July 18, 2020

Ye Mortals!

When I was writing the mission statement for this site (“Why does death matter?“), I used the words mortality and mortals. It occurs to me now how unfashionable these words have become, particularly the latter.

In ancient literature, particularly in mythologies where humans existed alongside gods, titans, demons and other immortals, humans were characterized by their one universal difference from these other life forms. The others lived forever, or returned eternally in the case of titans, whereas we mortals were condemned to die, unpredictably and after only a brief earthly existence.

What was so obvious to the ancients,  indeed the primary attribute of humanity, has become invisible to us. We have created, or better, enlarged an existing blind spot in our metaphysical vision. The ancients understood better, more objectively, for what unites all human beings is our common equalizing mortality. We are all mortals – some of us get given a few more years, some even a few more happy years than others. But in the end, we are all pathetically equally mortal. In comparison with the lifespans of the universe, of the earth, of the species and even of many of our own artworks, we are blips on the cosmos’s radar screen, indistinguishable one from the other and of fleeting permanence.

Our awareness of ourselves as mortals humbled us with respect to the immortals – to the gods, to the earth, to nature, to art. It imposed sensible limits on our ambitions in their realms.  And our common mortality made us respect those who were equally mortal with us – our fellow human beings and the other inhabitants of our earth, the animals. An acute awareness of being mortal also created the basis of our hunger for immortality – you can only hunger for what you are aware of not having. Religions were formed to answer these hopes, some better, some more honest than others – but all in all humanity lived in hope of something more than a short brutish life on earth (and this is not the place to argue about all the admittedly detrimental effects of false or corrupted religions!)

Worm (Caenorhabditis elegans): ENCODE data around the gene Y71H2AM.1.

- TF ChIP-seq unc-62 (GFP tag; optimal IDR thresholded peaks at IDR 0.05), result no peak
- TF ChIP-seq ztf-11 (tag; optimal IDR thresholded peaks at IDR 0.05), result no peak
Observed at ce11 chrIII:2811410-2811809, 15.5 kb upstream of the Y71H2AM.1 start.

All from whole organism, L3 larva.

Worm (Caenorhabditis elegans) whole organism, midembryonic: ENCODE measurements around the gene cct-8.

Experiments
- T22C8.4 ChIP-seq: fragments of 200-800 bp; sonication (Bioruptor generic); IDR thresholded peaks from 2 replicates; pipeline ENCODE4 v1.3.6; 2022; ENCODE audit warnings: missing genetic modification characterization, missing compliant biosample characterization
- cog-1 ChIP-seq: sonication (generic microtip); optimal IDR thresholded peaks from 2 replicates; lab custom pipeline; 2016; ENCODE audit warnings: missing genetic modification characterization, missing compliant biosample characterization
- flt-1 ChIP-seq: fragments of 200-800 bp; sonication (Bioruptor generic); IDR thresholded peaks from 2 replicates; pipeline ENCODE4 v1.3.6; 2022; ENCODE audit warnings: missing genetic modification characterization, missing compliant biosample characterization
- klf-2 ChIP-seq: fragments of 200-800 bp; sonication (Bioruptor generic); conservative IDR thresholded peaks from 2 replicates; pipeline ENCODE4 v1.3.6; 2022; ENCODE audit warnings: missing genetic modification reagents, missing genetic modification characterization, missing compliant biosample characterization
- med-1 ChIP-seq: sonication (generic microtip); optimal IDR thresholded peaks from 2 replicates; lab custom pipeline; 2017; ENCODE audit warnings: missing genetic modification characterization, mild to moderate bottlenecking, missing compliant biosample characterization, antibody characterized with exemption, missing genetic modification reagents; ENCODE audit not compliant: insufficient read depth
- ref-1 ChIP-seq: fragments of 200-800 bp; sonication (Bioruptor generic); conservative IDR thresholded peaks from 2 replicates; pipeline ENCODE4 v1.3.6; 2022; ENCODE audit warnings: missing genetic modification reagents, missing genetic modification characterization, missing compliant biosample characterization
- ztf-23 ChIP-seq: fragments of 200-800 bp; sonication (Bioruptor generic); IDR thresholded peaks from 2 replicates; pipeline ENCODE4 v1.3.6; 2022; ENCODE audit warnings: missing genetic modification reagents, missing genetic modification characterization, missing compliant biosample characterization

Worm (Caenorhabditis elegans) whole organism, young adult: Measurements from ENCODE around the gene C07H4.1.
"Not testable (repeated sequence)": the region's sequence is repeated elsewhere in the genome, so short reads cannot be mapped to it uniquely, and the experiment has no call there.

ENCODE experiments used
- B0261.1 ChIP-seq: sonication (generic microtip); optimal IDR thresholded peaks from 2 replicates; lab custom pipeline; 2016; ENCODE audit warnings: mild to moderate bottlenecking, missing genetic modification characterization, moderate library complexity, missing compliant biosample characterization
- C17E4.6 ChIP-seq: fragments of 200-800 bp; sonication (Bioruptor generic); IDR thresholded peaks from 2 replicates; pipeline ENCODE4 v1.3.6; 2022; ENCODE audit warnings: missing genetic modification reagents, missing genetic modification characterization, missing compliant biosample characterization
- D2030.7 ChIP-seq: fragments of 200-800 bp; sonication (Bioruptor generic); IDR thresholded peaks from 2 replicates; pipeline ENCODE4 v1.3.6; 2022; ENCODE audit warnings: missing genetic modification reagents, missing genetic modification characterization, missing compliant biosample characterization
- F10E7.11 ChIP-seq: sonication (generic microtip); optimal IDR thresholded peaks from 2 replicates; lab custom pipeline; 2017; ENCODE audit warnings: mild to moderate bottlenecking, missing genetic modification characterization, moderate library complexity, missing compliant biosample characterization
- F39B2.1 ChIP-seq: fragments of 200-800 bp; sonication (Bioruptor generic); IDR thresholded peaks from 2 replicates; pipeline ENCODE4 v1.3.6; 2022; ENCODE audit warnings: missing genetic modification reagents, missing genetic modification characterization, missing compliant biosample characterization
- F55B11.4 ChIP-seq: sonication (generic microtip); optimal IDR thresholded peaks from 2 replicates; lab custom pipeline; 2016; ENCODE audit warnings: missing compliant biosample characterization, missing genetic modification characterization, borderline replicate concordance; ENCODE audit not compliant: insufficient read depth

Since losing all hopes for any form of eternal after-life, as well as all external frames of reference for immortality such as gods, we have become our own subjective frame of reference when it comes to life. We thus take the trivial differences in longevity and fortune  existing between men as all-significant and desperately attempt to equalize what is relatively speaking already equal: to the gods, to the earth, to the human species, there is no significant difference between one measly human life and another.

Our loss of an objective frame of reference for life has other negative effects: We feel ourselves infinitely superior to our non-human fellow mortals, the animals, and lord it over them as gods. We instinctively refrain from building or planning anything for the long term, since anything beyond our own short existence no longer has psychological reality for us. We are less interested in history and art, since they are also symbolically connected with transcendence over time and thus immortality of a sort. And we expend enormous sums and efforts in medical research, health care, sanitation etc in order to extend our lives for a few, more often than not miserable, years in nursing homes.

How the immortals – and indeed those humans who still aspire to true, spiritual immortality – must chuckle at our foolish vanity!

It would be a very positive sign for the world if we became mortals once again!

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